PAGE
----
The role of hydrophobic /hydrophilic balance in the activity of structurally flexible vs rigid cytolytic polypeptides and analogues developed on their basis.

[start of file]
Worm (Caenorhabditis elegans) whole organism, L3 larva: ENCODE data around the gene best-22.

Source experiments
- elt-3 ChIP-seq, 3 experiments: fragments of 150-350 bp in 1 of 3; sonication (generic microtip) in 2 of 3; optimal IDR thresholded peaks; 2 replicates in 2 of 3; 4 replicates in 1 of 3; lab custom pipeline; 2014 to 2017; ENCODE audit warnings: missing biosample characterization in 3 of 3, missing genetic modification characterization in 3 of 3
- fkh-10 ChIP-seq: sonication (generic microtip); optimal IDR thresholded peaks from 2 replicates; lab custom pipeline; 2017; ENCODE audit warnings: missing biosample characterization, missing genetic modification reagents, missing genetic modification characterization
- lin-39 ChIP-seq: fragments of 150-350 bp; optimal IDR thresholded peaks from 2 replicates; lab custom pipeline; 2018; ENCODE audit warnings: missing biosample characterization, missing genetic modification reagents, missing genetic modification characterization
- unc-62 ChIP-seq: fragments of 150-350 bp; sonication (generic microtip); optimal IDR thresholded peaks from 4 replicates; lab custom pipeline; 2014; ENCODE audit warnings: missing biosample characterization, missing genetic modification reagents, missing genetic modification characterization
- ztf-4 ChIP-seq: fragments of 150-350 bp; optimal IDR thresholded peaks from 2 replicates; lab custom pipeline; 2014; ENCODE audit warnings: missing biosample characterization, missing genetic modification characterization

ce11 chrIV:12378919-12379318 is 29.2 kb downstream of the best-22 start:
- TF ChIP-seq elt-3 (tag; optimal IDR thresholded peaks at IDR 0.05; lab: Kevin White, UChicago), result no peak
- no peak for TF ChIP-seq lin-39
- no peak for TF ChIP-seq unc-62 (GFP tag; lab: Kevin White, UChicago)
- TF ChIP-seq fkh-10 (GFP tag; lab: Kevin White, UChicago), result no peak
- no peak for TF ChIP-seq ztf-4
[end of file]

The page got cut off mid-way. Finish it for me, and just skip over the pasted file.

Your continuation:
Being important representatives of various proteomes, membrane-active cationic peptides (CPs) are attractive objects as lead compounds in the design of new antibacterial, anticancer, antifungal, and antiviral molecules. Numerous CPs are found in insect and snake venoms, where many of them reveal cytolytic properties. Due to advances in omics technologies, the number of such peptides is growing dramatically. Areas covered: To understand structure-function relationships for CPs in a living cell, detailed analysis of their hydrophobic/hydrophilic properties is indispensable. We consider two structural classes of membrane-active CPs - latarcins (Ltc) from spider and cardiotoxins (CTXs) from snake venoms. While the former are void off disulphide bonds and conformationally flexible, the latter are structurally rigid and cross-linked with disulphide bonds. In order to elucidate structure-activity relationships behind their antibacterial, anticancer, and hemolytic effects, the properties of these polypeptides are considered on a side-by-side basis. Expert commentary: An ever increasing number of venom-derived membrane-active polypeptides require new methods for identification of their functional propensities and sequence-based design of novel pharmacological substances. We address these issues considering a number of the designed peptides, based either on Ltc or CTX sequences. Experimental and computer modeling techniques required for these purposes are delineated.